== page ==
An anti-nuclear contamination pill developed by the Lawrence Berkeley National Laboratory in 2014 could help MRI patients by preventing gadolinium retention, according to Rebecca Abergel, a chemist and UC Berkeley assistant professor of nuclear engineering.
Abergel and her team initially created the pill to help remove radioactive contaminants from people in case of a nuclear accident. Although gadolinium on its own is toxic, and can cause harsh neurological symptoms as well as joint pain, Abergel said it can also be safely deposited into the human body when used in contrast dyes for MRI scans.
The research team tested the affinity of different metals in relation to chelating agents, or compounds that bind tightly to metals. To establish this relationship, the team used relevant cell and animal models, including mice.
“We spent quite a lot of time working on this, developing chelating agents, testing them and ultimately making sure we have something that is orally available — so that it can be distributed to people in an emergency setting,” said Abergel.
The researchers found the chelating agent used in the drug product was useful for targeting actinide metals — such as plutonium and uranium — and lanthanide metals like gadolinium, according to Abergel.
Julian Rees, a postdoctoral fellow at Berkeley Lab and member of Abergel’s team, said the primary concerns for patients who have taken multiple contrast enhanced MRIs are neuropathy and foggy memory. Patients who are most at-risk include those who have had multiple contrast enhanced MRIs: including those suffering from chronic illness, or brain tumors in which the gadolinium-based dye is used to clearly see the tumor.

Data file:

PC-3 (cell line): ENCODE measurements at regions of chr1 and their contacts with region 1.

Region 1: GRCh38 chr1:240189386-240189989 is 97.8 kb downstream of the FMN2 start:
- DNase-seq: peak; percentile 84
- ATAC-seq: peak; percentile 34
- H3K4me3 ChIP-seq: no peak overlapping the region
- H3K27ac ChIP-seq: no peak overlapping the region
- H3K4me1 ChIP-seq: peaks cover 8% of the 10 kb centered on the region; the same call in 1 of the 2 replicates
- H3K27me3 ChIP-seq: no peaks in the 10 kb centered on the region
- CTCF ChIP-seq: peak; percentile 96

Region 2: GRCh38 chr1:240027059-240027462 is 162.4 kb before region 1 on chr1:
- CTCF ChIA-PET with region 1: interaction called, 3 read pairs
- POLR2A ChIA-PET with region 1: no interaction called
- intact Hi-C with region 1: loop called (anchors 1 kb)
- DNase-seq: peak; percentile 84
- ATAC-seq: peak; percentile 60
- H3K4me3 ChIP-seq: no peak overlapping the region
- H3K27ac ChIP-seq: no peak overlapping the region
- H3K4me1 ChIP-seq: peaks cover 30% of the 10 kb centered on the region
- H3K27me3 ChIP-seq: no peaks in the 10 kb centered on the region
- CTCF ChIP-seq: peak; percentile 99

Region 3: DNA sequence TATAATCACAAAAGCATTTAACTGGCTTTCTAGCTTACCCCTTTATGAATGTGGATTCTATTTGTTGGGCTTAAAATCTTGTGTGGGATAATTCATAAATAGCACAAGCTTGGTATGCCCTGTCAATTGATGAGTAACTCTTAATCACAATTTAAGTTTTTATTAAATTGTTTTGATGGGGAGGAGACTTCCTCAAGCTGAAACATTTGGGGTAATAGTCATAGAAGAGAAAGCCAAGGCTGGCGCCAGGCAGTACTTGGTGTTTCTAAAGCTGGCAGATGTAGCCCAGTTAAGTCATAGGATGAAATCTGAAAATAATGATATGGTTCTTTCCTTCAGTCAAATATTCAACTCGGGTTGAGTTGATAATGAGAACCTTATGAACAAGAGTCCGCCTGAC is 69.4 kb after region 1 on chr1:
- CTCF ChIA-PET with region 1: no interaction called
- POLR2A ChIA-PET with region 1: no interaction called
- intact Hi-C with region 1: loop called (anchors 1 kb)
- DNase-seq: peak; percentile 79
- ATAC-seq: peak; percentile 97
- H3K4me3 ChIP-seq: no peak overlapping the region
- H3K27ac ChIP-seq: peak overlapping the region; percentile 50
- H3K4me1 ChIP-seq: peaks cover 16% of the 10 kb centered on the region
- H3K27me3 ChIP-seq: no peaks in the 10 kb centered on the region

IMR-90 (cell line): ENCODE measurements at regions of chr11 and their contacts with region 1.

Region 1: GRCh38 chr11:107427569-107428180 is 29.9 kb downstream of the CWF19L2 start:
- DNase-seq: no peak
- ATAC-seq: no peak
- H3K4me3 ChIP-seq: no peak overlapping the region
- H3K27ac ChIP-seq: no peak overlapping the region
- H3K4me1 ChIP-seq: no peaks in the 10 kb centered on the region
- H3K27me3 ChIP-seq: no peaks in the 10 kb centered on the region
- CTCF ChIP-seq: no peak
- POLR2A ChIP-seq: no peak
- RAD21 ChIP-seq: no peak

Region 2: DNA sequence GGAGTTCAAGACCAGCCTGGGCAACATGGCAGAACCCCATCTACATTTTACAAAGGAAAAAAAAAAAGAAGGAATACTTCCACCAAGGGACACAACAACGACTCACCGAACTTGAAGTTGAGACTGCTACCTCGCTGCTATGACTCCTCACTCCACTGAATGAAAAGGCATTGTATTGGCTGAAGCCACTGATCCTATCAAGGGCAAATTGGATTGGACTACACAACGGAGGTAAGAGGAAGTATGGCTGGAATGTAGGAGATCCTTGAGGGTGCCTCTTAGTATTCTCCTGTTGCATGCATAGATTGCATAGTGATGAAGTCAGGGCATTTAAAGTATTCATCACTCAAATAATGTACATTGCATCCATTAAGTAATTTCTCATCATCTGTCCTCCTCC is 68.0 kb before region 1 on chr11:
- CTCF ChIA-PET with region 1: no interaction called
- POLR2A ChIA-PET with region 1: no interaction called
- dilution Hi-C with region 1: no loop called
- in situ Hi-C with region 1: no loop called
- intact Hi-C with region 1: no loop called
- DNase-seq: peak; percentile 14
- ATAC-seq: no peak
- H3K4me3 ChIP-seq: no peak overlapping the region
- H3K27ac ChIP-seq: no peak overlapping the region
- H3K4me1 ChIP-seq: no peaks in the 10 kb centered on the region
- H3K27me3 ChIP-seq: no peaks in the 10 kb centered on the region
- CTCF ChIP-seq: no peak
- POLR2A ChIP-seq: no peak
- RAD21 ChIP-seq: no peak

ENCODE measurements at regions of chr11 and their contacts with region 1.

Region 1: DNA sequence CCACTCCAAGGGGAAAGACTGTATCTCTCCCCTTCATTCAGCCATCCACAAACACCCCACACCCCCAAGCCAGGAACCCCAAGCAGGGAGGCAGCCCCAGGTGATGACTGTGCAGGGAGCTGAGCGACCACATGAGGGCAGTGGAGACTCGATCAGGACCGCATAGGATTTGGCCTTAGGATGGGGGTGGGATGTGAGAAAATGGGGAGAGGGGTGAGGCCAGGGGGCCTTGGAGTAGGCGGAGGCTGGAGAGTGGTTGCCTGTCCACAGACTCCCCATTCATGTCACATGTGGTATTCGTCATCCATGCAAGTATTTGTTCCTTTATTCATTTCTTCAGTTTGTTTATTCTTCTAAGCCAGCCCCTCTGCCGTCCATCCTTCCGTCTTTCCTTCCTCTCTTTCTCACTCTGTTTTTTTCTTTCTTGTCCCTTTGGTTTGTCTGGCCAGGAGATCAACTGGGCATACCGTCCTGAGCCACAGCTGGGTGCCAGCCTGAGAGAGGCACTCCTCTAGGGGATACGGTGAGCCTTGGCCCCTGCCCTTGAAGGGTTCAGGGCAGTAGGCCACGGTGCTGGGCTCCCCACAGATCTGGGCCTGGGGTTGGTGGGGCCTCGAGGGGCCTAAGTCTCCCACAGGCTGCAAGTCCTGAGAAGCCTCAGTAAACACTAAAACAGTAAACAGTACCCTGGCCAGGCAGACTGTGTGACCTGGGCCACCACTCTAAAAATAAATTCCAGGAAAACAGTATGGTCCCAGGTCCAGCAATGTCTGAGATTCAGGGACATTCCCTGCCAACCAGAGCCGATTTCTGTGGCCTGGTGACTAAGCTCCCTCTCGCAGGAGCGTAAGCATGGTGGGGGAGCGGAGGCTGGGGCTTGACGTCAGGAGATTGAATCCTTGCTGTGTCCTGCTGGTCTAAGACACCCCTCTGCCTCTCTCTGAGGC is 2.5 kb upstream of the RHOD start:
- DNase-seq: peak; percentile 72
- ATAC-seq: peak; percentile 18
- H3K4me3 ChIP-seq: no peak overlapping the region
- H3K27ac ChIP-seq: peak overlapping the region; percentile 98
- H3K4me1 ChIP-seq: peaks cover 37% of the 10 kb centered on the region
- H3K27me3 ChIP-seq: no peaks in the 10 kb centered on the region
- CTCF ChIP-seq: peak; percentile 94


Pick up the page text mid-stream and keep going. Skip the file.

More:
“In the case of MRI contrast dye, gadolinium is already being surrounded by molecules that are in contrast agents, and that’s what helps it come out,” said Abergel. “There are a lot of studies that have come out in the last two years that show gadolinium deposits in the brain.”
Although not all patients going through an MRI are injected with contrast dyes, Abergel said the pill would benefit many individuals.
According to Abergel, this pill can also help patients who do not have well-functioning kidneys as they struggle to excrete gadolinium.
Currently, Abergel and her team at the Berkeley Lab are studying the toxicity and impact of gadolinium depositions from contrast dyes on the human body.
“We’re trying to push forward the development of our product, and to do that we need to carry out a few more animal studies,”Abergel said. “We also need to carry out clinical studies where we test out the toxicology of our product, making sure it’s safe and doesn’t have any side effects we didn’t foresee in humans.”